A back–to–school gift
“TD Garden wasn’t allowed to open until phase 4 of the state reopening. At the time, we were just starting Phase 3,” says Heather MacFarlane, director of communications, marketing and public relations for the division. “So, we turned to our corps locations in Boston, and over three days, we distributed 2,500 backpacks for schoolchildren.”
With community partners such as the Boston Public Schools and the Boston Bruins Foundation promoting the event, online registration filled up faster than in past years. Affordable Interior Systems (AIS), a Massachusetts furniture manufacturer, made child–sized face masks to put into each backpack as part of its “Sew the Masks” campaign.
“We wanted the children to have school essentials, but also face masks, hand sanitizer, and other products to reduce the risk of getting sick,” says Major Elvie Carter, corps officer at the Ray and Joan Kroc Corps Community Center in Boston, one of the locations where backpacks are distributed.
“Families were appreciative; many didn’t even think that The Salvation Army would be doing this event this year,” says Major Carter. “We gave away 700 backpacks at the Boston Kroc Center alone.”
A return to normalcy
Typically, a backpack filled with school supplies is just another sign that summer has ended and classes will soon be in session. However, after months of canceled activities, a school bag now represents even more.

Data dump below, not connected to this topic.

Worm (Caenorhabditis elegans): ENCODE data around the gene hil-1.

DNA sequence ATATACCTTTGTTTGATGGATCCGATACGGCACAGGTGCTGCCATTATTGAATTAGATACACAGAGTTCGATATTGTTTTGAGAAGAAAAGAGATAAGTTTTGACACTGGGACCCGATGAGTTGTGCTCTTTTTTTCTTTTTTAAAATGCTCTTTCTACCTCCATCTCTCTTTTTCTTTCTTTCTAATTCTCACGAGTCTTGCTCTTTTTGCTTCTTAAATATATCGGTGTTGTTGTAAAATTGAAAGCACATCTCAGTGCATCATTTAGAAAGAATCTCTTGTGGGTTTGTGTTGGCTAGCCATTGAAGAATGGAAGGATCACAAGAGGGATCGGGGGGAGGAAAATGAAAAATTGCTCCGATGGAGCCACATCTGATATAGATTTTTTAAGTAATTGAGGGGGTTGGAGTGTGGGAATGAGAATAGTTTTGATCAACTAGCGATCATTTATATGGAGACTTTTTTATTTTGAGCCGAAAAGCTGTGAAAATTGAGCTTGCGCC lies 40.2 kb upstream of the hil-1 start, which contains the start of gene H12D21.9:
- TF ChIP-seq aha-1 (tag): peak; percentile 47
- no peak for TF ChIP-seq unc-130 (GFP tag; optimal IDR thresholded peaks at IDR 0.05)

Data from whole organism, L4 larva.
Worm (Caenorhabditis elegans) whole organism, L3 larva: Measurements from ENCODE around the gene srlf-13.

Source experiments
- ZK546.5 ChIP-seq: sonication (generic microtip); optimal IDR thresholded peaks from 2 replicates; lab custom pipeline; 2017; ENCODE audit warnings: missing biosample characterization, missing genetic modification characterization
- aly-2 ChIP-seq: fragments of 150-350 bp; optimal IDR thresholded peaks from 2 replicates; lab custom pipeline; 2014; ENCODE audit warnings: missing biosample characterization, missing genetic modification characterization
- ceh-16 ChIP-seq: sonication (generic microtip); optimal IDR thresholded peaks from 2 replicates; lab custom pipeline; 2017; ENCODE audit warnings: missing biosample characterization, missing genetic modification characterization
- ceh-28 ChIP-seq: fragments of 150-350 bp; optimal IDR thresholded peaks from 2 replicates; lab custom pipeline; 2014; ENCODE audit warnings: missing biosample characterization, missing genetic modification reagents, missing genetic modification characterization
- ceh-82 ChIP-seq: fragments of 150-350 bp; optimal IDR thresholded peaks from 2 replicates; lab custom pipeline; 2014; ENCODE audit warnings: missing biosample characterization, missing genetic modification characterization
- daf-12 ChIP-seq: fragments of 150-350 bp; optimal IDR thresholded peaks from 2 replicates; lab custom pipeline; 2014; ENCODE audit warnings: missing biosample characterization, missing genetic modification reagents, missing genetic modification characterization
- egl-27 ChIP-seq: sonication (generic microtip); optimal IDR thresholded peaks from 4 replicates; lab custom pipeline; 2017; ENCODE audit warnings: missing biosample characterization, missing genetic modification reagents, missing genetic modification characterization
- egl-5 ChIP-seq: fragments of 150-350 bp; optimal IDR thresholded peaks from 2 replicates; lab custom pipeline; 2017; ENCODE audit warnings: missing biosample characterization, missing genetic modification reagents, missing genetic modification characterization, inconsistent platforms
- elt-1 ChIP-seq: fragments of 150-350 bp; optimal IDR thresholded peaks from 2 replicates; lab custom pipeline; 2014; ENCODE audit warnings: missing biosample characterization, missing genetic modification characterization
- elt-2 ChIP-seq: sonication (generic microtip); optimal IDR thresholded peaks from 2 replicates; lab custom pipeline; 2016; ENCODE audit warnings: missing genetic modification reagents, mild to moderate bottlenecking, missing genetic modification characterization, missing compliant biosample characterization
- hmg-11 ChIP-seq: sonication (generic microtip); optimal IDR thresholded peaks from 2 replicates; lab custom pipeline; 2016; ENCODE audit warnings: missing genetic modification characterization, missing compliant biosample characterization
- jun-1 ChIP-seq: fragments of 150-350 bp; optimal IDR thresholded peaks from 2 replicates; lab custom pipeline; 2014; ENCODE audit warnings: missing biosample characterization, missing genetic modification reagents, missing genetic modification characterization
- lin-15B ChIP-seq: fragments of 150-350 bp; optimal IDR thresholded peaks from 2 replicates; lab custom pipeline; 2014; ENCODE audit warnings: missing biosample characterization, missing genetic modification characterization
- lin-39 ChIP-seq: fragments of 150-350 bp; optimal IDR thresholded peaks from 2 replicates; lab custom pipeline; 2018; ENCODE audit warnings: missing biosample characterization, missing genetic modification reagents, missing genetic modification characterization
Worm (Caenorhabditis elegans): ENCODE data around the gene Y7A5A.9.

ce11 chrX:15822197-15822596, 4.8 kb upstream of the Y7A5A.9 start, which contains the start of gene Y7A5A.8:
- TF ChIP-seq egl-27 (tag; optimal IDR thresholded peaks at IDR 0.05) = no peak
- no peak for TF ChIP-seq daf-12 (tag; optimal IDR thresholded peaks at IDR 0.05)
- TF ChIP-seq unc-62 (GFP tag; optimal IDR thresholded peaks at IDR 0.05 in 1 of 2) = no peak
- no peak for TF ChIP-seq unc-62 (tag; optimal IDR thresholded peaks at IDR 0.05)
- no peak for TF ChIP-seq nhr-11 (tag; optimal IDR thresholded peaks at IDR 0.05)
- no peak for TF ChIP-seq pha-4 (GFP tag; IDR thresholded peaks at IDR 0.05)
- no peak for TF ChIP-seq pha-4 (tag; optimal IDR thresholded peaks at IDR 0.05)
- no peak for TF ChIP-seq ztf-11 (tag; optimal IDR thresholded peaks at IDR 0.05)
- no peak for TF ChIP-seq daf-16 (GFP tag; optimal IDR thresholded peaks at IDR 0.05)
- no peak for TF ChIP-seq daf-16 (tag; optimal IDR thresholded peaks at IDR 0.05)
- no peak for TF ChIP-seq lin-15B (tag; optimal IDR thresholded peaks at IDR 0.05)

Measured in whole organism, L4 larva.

“For a lot of families, it’s a sign of them returning to normalcy,” says MacFarlane. “Children know that, for now, it’s going to be a little different than before, but they are looking forward to seeing their friends.”
MacFarlane spoke to a mother who had lost her job due to the COVID–19 shutdown and was trying to save every dollar she could for her family. Another mother got emotional as her two young boys chose backpacks in their favorite color. “The boys’ faces lit up with pride as they put on their backpacks,” says MacFarlane.
Major Carter says that the parents are still concerned about how to keep their families healthy, whether they are in school or at home. Children in the Boston area have the option of taking classes completely online or dividing their course work between online and in–person classes, better known as a hybrid method.
“If I had children in school, I’d have the same fear these parents do,” says Carter. “It’s normal to be nervous, and it’s a personal decision that every family makes. That’s why we want to support the families, no matter what they choose to do.”
An introduction to the Army
Since the pandemic began, the Boston Kroc Center has conducted daily food distributions and home deliveries for families that must shelter in place. However, during the summer, the need has grown.
“When kids are home during the summer, water and electric bills always go up. But in a time when everything outside the home is also closed for them, the costs are even higher,” says Carter. MacFarlane agrees. “Many Salvation Army officers say they have never seen this much need for help with utilities.”
“The backpacks are the door that opens for us to help families,” says Major Carter. “It’s a way for them to discover how much we have to offer them.”
by Hugo Bravo